The opinion of the court was delivered by: LUONGO
This is a motion to suppress grand jury testimony given by the defendant Walter P. Matthews, Jr., allegedly in violation of his Fifth Amendment privilege against self-incrimination.
Matthews was indicted on April 24, 1975, on charges of interference with commerce by extortion, and conspiracy, in violation of 18 U.S.C. §§ 1951 and 371, for actions which allegedly occurred on or about January 28, 1972. Matthews was twice called before state grand juries, on December 4, 1972 and September 7, 1973. He seeks to suppress the testimony he gave on those occasions because of alleged deficiencies in the warnings given to him before he testified.
The basis for the defendant's motion appears to be that "on the first occasion, the defendant was not informed of his right against self-incrimination, and was told by the prosecutor handling the questioning that since he was not a defendant about to be indicted, he had to answer the questions of the prosecutor," (Memorandum of Law, page 1), and that on the second occasion, although Matthews was given Miranda warnings [ Miranda v. Arizona, 384 U.S. 436, 16 L. Ed. 2d 694, 86 S. Ct. 1602 (1966)], the prosecutor misled him into believing he was compelled to answer all questions because he was an "informational" witness.
At the hearing on the motion, the transcripts of the proceedings before the grand juries on December 4, 1972, and September 7, 1973, were offered. The government was not then aware of the existence of a transcript of the swearing in proceedings before the state court judge on December 4, 1972. Shortly after the hearing, the government learned that there was such a record and a copy was furnished to the court and to Matthews' counsel. Matthews presented no evidence at the hearing on the motion to suppress and has not requested the opportunity to present any following the government's filing of the transcript of the swearing in proceedings.
Matthews first appeared before the grand jury at 1:30 p.m. on December 2, 1972. At 9:30 a.m. of that day, he and four others appeared before the Honorable Harry A. Takiff to be sworn as witnesses. The transcript reveals that Judge Takiff afforded the defendant the following warnings prior to administration of the oath:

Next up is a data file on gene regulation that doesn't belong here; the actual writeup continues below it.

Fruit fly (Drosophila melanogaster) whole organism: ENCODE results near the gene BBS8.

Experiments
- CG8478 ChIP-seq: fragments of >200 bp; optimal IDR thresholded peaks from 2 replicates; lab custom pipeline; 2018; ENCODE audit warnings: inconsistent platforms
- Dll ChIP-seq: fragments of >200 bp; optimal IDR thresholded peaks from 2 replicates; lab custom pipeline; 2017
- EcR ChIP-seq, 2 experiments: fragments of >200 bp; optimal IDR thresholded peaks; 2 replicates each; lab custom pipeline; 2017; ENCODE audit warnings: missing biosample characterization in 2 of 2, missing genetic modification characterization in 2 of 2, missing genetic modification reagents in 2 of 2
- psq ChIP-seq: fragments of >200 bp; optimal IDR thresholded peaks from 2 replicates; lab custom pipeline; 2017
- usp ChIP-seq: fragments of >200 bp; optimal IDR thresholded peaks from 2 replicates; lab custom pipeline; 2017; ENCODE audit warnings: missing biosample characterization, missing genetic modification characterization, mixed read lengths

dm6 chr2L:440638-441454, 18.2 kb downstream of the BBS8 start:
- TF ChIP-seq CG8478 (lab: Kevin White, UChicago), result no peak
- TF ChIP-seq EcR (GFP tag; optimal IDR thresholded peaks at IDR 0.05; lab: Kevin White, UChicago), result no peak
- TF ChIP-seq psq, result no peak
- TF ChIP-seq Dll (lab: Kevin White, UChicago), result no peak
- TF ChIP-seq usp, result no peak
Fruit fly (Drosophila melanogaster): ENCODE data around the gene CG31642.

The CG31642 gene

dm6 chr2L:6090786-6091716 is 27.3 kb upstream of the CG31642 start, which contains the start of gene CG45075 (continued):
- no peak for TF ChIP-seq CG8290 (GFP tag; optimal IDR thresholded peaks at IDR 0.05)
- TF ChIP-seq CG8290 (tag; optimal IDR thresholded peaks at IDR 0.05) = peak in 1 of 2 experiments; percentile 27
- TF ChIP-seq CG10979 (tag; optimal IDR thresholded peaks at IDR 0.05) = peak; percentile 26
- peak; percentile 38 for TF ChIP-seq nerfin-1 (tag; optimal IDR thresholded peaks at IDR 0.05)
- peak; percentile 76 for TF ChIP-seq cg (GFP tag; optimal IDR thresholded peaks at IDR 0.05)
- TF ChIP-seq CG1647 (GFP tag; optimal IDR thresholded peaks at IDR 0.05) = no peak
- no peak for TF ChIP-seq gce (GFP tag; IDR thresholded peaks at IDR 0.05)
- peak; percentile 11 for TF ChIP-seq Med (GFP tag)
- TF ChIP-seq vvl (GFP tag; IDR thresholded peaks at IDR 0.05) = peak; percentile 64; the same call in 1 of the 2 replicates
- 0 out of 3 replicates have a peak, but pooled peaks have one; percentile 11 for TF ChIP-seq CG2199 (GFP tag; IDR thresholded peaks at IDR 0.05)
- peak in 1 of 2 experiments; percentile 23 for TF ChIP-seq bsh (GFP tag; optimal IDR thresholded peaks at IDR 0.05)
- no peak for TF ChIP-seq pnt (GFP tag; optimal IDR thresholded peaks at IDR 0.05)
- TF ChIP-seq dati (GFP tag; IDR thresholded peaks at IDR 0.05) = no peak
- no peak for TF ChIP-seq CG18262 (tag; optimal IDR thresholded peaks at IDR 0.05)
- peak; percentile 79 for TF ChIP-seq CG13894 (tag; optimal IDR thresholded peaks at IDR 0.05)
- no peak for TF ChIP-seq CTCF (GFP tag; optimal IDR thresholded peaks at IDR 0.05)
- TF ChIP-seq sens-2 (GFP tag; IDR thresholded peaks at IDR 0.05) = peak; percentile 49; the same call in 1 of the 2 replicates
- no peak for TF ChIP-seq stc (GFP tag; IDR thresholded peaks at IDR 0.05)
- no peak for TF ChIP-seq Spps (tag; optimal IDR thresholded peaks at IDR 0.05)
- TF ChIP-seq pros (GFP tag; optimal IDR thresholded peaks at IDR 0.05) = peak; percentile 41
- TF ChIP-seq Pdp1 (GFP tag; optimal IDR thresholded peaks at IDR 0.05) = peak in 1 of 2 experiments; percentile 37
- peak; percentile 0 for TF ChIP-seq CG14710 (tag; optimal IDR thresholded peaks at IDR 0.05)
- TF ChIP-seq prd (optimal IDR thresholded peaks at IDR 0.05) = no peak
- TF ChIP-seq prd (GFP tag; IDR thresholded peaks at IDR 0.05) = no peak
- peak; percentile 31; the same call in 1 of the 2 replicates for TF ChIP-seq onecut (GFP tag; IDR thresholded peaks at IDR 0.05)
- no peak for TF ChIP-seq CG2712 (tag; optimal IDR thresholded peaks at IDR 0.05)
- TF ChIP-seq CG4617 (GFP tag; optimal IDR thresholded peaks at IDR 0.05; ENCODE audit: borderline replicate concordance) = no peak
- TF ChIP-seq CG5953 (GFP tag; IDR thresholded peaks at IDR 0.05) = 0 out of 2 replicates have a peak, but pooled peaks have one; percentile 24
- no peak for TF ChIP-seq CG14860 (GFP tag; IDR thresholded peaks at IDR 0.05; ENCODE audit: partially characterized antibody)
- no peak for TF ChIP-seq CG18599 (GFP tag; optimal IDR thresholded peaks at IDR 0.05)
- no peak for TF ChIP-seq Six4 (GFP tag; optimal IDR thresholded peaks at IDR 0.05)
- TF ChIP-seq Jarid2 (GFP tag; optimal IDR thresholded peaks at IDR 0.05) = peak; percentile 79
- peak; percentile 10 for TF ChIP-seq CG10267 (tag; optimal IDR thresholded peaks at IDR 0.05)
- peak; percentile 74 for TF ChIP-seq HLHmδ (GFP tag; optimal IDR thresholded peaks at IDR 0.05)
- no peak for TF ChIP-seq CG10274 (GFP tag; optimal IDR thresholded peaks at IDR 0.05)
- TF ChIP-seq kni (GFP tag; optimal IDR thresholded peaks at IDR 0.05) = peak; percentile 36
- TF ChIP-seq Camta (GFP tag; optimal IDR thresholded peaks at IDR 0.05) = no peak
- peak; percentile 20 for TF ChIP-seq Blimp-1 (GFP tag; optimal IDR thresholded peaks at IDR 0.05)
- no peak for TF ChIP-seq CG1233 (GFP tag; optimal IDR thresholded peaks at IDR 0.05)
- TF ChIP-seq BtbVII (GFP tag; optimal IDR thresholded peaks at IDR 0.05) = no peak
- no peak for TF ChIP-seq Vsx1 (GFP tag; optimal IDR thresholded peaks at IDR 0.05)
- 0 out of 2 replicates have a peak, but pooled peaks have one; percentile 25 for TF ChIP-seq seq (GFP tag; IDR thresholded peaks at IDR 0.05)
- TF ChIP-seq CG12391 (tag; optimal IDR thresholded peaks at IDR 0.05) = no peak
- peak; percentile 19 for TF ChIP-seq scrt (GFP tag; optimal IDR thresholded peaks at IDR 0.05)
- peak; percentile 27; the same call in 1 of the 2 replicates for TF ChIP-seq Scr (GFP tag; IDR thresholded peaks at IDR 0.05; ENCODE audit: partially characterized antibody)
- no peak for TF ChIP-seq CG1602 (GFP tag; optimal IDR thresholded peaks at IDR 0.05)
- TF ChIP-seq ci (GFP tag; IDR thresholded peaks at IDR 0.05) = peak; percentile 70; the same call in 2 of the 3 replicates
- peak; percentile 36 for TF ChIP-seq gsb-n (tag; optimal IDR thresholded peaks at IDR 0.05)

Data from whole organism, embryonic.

THE COURT: . . . I am Judge Takiff. I have been assigned by the President Judge to supervise the Special Investigating Grand Jury which has subpoenaed you to appear before it as witnesses. You have been subpoenaed as informational witnesses because the Jury has reason to believe that you have in your possession knowledge and information which is relevant to the matters under inquiry by the Grand Jury.
You have certain right (sic) and duties, which I will now explain to you. First, you have the right to the advice and assistance of counsel. You have the right to consult with an attorney concerning your appearance before the Grand Jury and all matters pertaining to that appearance. You have the right to discuss with your attorney all matters that transpire during the course of your appearance before the Grand Jury, including the questions and answers which are elicited during the course of your appearance. You may consult with the attorney before you testify, after you testify, and during any recesses in the course of your appearance. However, the attorney is not permitted to accompany you inside the Grand Jury room while you are actually being questioned.
Do you each understand this right?
THE COURT: Mr. Matthews, . . . have you consulted with counsel?
THE COURT: With whom have you consulted, Mr. Matthews?
MR. MATTHEWS: Attorney Esther F. Clark of Chester.
THE COURT: Has your attorney advised you of your rights and responsibilities in connection with your appearance?
THE COURT: Do you require any further opportunity to consult with your ...